A Guide to Claiming Dependents

Claiming dependents on your tax return can make a big difference in the credits you qualify for and the tax refund you will receive. Knowing which dependents qualify on your tax return is critical. Claiming dependents who are being claimed by someone else or who don't meet the criteria for dependents will cost you big in an audit. The number of dependents you claim counts as exemptions and reduces your tax debt. Plus it allows you to claim credits you wouldn't otherwise be able to claim, like the child tax credit. If you incorrectly claim a dependent, you will not have qualified for these credits or exemptions and will also owe interest and penalties.

Qualifying Children

There are four criteria that you must meet in order to claim a child on your income taxes. The child must be your child, stepchild, foster child, nephew/niece, grandchild, or brother/sister. The child must live with you more than half of the year. This can be an issue with divorced parents if the child spends equal time with both parents. The IRS considers the parent who has the child even one day more than the other parent to be the one eligible to claim the child on the taxes. If the parents are really equal on time, the IRS allows the parent who makes more money to claim the child. If both parents claim the child on their taxes, an audit is likely. In addition, the child must be under nineteen years old or twenty-four if a full-time student. If the child has a qualifying disability, the parents can claim him or her indefinitely, no matter the age. The qualifying child must not have provided his or her own support for more than half the year. If you meet all of these criteria, you can claim the child on your taxes, along with any applicable credits, like the child tax credit and child care credit.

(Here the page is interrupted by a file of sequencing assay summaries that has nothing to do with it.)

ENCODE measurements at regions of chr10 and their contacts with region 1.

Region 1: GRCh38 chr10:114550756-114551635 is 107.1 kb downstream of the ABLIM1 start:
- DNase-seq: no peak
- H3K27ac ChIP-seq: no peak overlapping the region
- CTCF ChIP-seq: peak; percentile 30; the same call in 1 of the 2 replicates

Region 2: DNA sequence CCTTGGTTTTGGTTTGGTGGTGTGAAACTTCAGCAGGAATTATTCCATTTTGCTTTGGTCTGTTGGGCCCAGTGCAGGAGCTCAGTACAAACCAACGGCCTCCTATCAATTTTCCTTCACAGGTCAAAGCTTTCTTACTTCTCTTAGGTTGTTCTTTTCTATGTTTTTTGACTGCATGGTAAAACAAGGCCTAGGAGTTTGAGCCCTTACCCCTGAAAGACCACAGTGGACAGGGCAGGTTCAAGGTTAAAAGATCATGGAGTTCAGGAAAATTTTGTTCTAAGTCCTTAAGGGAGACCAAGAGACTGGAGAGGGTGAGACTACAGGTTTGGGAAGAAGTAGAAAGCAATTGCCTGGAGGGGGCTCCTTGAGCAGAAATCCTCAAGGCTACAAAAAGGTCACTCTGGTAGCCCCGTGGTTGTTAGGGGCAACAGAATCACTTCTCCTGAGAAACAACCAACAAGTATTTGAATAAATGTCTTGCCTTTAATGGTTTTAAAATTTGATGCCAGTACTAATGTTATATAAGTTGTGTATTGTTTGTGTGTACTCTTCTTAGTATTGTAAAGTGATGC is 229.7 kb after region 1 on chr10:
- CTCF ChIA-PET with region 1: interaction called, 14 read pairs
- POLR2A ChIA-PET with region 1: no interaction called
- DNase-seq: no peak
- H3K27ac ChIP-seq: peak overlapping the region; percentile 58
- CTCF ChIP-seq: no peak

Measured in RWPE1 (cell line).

Qualifying Relative

Another kind of relative can be claimed as a dependent if he or she meets the criteria. There is a long list of who is considered a relative, and it includes parents, grandparents, aunts and uncles, siblings, nieces and nephews, cousins and stepparents and step-siblings. Boyfriends, girlfriends and domestic partners can be claimed only if they lived with the taxpayer for the entire year, whereas other relatives need to live with them only for more than half of the year. If you are claiming a relative, he or she may not be a qualifying child on someone else's return. For example, if you are claiming your niece as a dependent, your niece's parents must not also be claiming her. Dependent relatives must have made less than $3,650 for the year for you to claim them. You must have provided their support for more than half of the year. Lastly, your relative must be a citizen or resident alien of the United States, Canada or Mexico.

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